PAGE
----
She Who Waits by Daniel Polansky
|Book Name:||She Who Waits|
|Publisher(s):||Hodder & Stoughton|
|Formatt:||Hardcover / Paperback / eBook|
|Release Date:||October 31, 2013 (UK) December 1, 2013 (US)|
Editor’s Note: This review contains minor spoilers for the entire Low Town trilogy.
If you search for “define warden” on Google, you’ll get the following: a person responsible for the supervision of a particular place or thing or for ensuring that regulations associated with it are obeyed.
Clearly, The Warden was not misnamed.
She Who Waits is the third (and final?) installment of Polansky’s Low Town series and is, no doubt, the best of the lot. Equal parts heart and heartbreak, She Who Waits transcends the series’ fantasy-noir roots and elevates the story into literary tragedy territory. Themes of love, death and family provide the foundation for a novel that, unlike the first two books in the series, answers far more questions than it asks, and in doing so completes the portrait of a man called The Warden.
Masterfully dovetailing past and present through exquisite use of flashbacks and the first-person narrative, Polansky once again lets the Warden tell his tale using his own colorful vernacular. And in She Who Waits, those words take on a weight that was far less pronounced in the first two installments. Because Polansky has finally gotten to the heart of the matter: the titular “She Who Waits.” And now she has a name.
But is that name Albertine or death? By the end of the book, Polansky provides the answer.
The specters of both Albertine and death hang over She Who Waits like a fog. Over the course of the book, as Polansky begins to burn that fog away with the harsh light of full disclosure, we finally learn the details of the Warden’s dismissal from Black House. We learn just what kind of animal the Old Man really is. And we learn that the Warden isn’t the cold, almost sociopathic, cynic he would have his wards believe. Turns out that the Warden has a capacity for love that is as dangerous and destructive as his capacity for self-delusion.
Ostensibly a combination heist/political thriller, She Who Waits reads more like a codebook. In it, we’re given the keys to truly understand the first two novels, along with the events of the third. Whether dealing with Wren, Adolphus, Yancey the Rhymer or some third-rate street tough, the Warden’s actions take on a paternal sheen. Polansky subtly—but definitively—provides motivation for all of the Warden’s actions in the conflagration about to take place.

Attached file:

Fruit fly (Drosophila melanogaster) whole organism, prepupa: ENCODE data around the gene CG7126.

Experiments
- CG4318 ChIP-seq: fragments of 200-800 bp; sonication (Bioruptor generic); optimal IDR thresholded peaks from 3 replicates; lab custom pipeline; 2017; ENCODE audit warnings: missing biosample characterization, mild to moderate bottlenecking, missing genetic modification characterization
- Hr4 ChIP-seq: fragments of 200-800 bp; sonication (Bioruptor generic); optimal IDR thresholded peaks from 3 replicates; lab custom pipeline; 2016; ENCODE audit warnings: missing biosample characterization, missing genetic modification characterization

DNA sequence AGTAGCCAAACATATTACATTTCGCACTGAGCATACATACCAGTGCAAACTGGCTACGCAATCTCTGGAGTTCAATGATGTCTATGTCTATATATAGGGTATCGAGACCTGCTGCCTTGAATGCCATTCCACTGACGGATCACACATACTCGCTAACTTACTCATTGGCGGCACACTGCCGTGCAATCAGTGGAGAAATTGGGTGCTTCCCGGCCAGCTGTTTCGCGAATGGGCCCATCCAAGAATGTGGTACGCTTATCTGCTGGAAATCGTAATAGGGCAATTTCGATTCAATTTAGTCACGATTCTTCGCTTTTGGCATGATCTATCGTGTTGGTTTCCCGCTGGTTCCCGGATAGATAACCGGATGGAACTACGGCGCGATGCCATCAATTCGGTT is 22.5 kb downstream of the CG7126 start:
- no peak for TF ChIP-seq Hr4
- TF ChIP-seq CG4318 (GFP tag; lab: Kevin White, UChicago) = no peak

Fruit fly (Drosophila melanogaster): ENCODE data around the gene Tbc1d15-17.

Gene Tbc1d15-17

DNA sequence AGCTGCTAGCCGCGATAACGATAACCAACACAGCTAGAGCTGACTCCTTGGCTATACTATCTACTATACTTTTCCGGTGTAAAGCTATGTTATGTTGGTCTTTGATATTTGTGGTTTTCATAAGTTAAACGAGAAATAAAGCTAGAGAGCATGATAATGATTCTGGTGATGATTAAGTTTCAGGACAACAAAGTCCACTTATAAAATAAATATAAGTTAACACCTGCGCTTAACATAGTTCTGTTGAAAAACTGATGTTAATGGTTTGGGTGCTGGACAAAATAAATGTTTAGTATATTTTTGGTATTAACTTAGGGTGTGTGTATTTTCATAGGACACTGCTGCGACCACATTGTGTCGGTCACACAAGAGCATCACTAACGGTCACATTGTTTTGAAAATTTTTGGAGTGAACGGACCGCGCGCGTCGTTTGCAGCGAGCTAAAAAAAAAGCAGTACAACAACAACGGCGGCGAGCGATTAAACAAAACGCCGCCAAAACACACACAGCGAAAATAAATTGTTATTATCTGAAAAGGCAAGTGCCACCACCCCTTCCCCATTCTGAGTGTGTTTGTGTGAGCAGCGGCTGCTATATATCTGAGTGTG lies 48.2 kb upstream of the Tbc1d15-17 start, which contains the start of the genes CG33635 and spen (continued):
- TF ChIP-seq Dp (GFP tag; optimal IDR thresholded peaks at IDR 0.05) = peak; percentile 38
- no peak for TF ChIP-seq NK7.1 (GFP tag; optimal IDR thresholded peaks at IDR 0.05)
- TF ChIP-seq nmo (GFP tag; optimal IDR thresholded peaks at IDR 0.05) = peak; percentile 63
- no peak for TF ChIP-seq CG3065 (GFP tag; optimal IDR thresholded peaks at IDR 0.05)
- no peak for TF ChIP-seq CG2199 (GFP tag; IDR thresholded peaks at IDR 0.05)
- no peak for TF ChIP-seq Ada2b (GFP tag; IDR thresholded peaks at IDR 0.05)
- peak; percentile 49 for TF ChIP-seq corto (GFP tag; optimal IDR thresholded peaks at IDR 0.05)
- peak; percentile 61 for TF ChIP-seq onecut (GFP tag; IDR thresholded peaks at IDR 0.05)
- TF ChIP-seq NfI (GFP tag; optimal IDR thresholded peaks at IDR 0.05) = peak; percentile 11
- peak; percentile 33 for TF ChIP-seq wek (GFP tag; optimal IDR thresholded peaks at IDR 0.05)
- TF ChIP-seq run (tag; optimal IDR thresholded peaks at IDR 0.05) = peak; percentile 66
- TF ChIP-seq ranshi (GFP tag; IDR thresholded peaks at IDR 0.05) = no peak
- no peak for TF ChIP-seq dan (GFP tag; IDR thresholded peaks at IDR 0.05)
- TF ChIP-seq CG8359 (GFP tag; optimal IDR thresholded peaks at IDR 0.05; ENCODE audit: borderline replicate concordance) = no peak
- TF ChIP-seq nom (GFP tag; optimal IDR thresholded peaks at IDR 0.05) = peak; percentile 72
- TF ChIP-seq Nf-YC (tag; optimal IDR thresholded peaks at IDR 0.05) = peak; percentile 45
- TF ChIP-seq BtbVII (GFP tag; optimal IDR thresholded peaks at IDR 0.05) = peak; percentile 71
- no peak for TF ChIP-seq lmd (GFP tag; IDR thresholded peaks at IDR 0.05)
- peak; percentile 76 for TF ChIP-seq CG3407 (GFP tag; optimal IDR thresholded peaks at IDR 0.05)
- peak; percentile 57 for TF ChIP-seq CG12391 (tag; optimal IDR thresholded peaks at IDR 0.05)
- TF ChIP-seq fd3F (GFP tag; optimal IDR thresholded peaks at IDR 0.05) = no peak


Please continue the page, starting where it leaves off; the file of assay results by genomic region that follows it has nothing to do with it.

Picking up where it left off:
Certainly, the Warden’s ability to succumb to his baser desires is still firmly intact, as evidenced by a drug-fueled rampage that can only be described as epic in scope. He’s a violent man, a petty man and a dangerous man—but he’s a man that has known love, known family and known how it feels to have those things ripped away. It isn’t an excuse, but with his past laid bare, it is beyond difficult to blame the Warden for his transgressions. And therein lies the genius of Polansky’s writing. In all the blood, guts, drugs and brutality, Polansky has hidden a man that may not be good, but unequivocally isn’t evil. He’s human. Heartbreakingly so.
I haven’t touched on plot much, but then it isn’t the plot that makes She Who Waits such an achievement. The plot is much the same as in the first two books—political unrest, shakeups in the criminal underworld, the vague presence of supernatural forces at work—Polansky checks all the boxes and tosses the Warden in the middle of it all. The plot serves the broader narrative, which is the arc of the Warden’s adult life. Suffice it to say that there is plenty to like about the story, but even more to love about the characterization.
Fans of the first two Low Town books will no doubt love the third. I can’t really recommend that new fans start with She Who Waits because they’d be doing themselves—and the material—a gross disservice. But I would unequivocally recommend the entire trilogy to a new reader. It is, in my opinion, must-read material for any fan of fantasy.
She Who Waits is that rarest of fantasy achievements: it is a concluding novel that pays off on the promises made at the outset. Polansky has crafted a stunning conclusion to the Warden’s tale that will leave you breathless and aching for just one more page, one more chapter, one more hit of breath. It is the best book I’ve read this year. I give it all the stars.